A look at highlights from the day's business news:
Stocks slump, gold surges
Stocks slumped Wednesday, with the Dow ending a five-day winning streak, as gold prices hit new highs and investors remained on edge about the recovery.
The Dow Jones industrial average finished 22 points lower, or 0.2 percent, and the S&P 500 lost 6 points, or 0.5 percent.
The Nasdaq declined 15 points, or 0.6 percent, as the tech-heavy index was dragged down by Adobe's 20 percent plunge. Investors were disappointed after the software developer said sales and earnings for its next quarter might fall short of expectations.
Stocks already have logged significant gains in September and are still on track to post the biggest monthly gains since April 2009. So far this month, the S&P 500 is up more than 8 percent.
Gold futures continued their march toward $1,300 an ounce. Gold for December delivery climbed $17.80 to settle at all-time high of $1,292.10 an ounce, after posting a new intra-day record of $1,298.00 earlier.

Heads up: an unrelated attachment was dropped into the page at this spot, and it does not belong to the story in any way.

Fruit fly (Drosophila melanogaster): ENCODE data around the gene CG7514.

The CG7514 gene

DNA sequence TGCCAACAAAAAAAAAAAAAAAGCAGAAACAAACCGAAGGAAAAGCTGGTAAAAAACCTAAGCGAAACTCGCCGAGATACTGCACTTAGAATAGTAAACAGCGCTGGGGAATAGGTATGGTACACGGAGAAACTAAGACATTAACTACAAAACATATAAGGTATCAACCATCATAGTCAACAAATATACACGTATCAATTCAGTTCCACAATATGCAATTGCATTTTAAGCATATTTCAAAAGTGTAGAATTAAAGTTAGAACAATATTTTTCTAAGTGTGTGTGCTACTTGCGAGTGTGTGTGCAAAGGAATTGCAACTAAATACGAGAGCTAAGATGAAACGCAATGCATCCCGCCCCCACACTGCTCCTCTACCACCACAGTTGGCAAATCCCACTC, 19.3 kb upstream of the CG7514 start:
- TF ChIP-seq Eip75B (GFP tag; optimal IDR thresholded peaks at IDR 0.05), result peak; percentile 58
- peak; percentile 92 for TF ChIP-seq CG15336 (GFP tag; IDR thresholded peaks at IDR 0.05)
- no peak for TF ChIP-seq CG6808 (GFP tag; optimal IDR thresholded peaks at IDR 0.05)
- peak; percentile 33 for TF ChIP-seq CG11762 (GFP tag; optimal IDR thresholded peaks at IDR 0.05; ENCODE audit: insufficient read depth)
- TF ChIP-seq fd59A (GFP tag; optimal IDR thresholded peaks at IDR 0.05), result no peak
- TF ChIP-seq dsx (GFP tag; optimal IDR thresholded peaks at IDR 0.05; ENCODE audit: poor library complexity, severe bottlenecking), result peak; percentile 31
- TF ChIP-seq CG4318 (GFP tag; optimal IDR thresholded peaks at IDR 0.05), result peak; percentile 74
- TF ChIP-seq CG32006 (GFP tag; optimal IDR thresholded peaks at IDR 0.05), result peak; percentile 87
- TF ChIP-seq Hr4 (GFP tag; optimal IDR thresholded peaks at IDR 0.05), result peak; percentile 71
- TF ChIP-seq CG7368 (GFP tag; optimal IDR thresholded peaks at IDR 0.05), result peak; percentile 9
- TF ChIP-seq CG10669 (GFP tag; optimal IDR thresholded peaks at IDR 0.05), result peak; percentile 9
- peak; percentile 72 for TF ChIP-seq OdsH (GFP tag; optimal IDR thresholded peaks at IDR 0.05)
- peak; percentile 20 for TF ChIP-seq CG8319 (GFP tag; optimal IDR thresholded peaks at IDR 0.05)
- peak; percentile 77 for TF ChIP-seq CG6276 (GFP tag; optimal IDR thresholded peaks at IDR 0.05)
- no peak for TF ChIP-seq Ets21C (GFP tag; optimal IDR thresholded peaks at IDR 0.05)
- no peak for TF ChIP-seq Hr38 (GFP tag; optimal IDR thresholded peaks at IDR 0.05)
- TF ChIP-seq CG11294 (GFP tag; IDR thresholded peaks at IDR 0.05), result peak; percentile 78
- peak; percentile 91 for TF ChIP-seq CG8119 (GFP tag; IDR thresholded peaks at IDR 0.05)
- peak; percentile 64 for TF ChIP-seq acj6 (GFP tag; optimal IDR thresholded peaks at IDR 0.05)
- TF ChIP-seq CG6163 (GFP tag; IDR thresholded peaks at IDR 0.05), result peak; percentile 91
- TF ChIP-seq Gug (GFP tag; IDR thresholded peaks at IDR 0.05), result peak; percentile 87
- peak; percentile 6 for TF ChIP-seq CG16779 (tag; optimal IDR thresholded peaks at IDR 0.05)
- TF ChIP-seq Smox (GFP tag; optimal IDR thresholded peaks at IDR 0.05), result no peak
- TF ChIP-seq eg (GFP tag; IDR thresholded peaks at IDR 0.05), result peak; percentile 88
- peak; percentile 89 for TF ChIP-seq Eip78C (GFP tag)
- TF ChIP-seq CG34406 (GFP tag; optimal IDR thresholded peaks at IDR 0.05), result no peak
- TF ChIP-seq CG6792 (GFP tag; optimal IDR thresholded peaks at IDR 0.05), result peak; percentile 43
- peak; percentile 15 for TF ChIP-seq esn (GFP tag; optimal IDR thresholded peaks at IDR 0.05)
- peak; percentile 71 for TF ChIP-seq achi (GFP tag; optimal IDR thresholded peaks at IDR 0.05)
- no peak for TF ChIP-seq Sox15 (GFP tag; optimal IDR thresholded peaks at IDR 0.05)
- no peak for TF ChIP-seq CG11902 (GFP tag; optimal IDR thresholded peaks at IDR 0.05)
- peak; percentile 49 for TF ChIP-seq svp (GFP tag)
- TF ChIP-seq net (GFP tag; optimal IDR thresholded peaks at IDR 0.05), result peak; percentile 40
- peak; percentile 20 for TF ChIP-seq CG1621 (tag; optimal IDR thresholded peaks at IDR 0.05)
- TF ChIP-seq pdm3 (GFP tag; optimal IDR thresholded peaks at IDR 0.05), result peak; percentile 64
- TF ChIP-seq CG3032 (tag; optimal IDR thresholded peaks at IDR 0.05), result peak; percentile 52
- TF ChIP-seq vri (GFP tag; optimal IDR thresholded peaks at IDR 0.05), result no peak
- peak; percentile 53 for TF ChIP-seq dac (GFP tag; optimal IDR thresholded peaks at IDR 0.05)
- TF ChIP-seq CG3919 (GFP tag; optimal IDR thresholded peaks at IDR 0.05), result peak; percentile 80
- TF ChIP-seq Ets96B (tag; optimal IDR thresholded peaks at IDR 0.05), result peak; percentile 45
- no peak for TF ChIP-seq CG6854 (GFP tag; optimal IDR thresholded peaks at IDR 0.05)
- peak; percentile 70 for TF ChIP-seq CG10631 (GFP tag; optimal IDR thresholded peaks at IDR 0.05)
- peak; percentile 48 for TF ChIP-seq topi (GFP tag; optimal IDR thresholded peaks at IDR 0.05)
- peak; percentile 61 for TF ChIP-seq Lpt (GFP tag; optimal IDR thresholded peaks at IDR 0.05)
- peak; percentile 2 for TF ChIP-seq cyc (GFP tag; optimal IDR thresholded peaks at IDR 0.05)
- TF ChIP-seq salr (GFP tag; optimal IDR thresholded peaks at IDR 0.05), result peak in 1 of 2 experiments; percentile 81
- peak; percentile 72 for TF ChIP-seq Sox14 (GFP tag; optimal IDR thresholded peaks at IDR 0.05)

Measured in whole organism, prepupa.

Short-term Treasury yields near record lows
Treasury yields slipped Wednesday, a day after the Federal Reserve voiced concern about deflation and said it was prepared to provide additional support to the economy, if needed.
"After evaluating the Fed's statement, the market is focused on the explicit reference to inflation being below the level of the Fed's mandate," said Richard Bryant, head of Treasury trading at the Williams Capital Group.
Yields on short-term Treasurys hovered around record lows Wednesday. The five-year yield fell to 1.29 percent, near its all-time closing low of 1.26 percent. The two-year yield continued to sit near its record low of 0.43 percent, which it hit Tuesday.
Yields on longer-dated Treasurys also sank, pressured by the Fed's comments about inflation remaining low. The yield on the benchmark 10-year note fell to 2.54 percent from 2.58 percent late Tuesday, while the 30-year bond yield dropped to 3.75 percent from 3.79 percent.
â€“- CNNMoney.com reporters Hibah Yousuf and Blake Ellis contributed to this report.